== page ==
Antidepressant Usage in Haemodialysis Patients: Evidence of Sub-Optimal Practice Patterns.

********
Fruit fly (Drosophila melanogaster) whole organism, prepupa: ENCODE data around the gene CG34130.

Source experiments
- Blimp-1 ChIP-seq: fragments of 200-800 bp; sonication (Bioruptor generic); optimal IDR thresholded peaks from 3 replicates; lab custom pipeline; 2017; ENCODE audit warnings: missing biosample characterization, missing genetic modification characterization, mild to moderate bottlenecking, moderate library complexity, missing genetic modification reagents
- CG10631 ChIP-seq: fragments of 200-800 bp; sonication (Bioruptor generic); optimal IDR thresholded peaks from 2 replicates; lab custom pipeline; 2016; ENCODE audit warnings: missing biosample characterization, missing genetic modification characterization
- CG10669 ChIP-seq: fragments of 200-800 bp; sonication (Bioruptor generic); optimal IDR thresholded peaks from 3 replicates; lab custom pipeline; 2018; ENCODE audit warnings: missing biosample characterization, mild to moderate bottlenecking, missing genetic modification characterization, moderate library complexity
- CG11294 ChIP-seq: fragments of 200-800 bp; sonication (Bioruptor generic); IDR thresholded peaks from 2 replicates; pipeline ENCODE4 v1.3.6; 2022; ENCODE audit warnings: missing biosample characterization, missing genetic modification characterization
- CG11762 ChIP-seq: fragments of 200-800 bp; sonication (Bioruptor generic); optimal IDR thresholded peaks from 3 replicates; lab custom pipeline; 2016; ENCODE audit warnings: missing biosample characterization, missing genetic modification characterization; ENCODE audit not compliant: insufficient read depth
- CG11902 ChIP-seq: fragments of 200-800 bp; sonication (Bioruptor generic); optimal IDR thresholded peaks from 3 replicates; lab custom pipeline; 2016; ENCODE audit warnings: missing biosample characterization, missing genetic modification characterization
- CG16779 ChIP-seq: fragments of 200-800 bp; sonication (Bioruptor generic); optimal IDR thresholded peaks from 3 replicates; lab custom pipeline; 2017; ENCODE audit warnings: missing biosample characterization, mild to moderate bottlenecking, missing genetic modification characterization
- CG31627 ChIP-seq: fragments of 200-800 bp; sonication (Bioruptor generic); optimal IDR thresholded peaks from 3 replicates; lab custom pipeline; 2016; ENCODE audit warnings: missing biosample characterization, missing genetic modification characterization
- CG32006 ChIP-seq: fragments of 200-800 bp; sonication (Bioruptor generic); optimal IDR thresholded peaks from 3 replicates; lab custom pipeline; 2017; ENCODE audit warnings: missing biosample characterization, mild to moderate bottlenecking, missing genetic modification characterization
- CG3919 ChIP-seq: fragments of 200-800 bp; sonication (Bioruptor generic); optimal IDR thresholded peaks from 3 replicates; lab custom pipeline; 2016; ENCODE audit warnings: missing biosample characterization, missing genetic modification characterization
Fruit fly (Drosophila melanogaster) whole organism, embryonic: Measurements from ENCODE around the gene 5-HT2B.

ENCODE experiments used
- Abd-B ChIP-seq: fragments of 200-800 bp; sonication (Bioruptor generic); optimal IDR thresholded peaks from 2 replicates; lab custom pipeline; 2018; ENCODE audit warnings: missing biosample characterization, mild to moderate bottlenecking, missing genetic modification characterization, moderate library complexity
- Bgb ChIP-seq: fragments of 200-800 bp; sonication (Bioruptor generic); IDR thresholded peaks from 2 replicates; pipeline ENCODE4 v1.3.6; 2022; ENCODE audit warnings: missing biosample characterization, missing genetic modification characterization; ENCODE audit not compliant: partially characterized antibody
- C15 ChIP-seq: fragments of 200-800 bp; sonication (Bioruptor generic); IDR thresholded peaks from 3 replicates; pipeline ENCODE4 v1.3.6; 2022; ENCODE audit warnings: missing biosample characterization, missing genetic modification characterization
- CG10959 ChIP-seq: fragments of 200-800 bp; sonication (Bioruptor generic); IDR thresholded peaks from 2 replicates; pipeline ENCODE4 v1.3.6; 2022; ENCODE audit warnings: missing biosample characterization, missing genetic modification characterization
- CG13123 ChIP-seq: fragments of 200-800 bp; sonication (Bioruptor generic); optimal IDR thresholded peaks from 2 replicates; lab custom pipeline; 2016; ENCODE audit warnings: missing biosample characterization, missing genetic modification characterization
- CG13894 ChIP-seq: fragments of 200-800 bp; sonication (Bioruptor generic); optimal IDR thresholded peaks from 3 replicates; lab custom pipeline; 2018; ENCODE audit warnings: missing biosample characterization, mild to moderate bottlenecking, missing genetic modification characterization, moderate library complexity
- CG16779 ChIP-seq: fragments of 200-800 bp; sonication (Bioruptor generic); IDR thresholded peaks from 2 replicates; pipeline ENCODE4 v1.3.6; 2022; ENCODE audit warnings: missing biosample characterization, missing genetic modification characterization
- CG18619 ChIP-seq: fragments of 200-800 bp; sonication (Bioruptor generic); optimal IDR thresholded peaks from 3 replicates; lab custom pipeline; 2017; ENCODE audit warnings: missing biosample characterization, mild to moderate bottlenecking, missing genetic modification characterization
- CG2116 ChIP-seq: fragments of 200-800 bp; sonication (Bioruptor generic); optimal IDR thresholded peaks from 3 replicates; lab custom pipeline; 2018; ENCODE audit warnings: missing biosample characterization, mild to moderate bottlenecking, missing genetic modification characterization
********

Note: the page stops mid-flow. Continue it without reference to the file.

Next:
Depression is common in patients on haemodialysis and associated with adverse outcomes. Antidepressant use is widespread though evidence of efficacy is limited.To study antidepressant management practices in patients on haemodialysis with reference to NICE guidelines on management of depression in adults with chronic physical health problems.Prospective, multicentre, longitudinal cohort study with 6-15 month follow-up.Patients on haemodialysis established on antidepressant medication.Baseline assessment of mood was undertaken using Beck Depression Inventory (BDI-II). Demographic, clinical and medication data were also collected. Changes in clinical and life circumstances and medication during follow-up were recorded. At follow-up, BDI-II was reassessed and diagnostic psychiatric assessment undertaken.Forty-one patients were studied. General practitioners were the main prescribers (68%). Ten agents were in use, the commonest being Citalopram (39%). Doses were often suboptimal. At baseline, 30 patients had high BDI-II scores (≥16) and 22 remained high at follow-up. Eleven had BDI-II